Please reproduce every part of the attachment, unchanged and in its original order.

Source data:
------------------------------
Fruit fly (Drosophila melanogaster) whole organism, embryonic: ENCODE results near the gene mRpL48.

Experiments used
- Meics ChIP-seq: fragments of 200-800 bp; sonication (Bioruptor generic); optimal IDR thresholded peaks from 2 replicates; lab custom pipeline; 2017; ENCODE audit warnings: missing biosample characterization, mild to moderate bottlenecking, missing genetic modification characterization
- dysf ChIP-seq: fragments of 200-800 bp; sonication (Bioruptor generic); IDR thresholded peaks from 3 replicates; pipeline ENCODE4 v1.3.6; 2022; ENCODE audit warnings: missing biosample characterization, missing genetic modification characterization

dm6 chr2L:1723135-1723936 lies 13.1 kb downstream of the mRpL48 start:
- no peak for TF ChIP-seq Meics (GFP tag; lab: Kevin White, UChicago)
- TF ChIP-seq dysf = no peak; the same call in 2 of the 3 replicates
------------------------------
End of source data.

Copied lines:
Fruit fly (Drosophila melanogaster) whole organism, embryonic: ENCODE results near the gene mRpL48.

Experiments used
- Meics ChIP-seq: fragments of 200-800 bp; sonication (Bioruptor generic); optimal IDR thresholded peaks from 2 replicates; lab custom pipeline; 2017; ENCODE audit warnings: missing biosample characterization, mild to moderate bottlenecking, missing genetic modification characterization
- dysf ChIP-seq: fragments of 200-800 bp; sonication (Bioruptor generic); IDR thresholded peaks from 3 replicates; pipeline ENCODE4 v1.3.6; 2022; ENCODE audit warnings: missing biosample characterization, missing genetic modification characterization

dm6 chr2L:1723135-1723936 lies 13.1 kb downstream of the mRpL48 start:
- no peak for TF ChIP-seq Meics (GFP tag; lab: Kevin White, UChicago)
- TF ChIP-seq dysf = no peak; the same call in 2 of the 3 replicates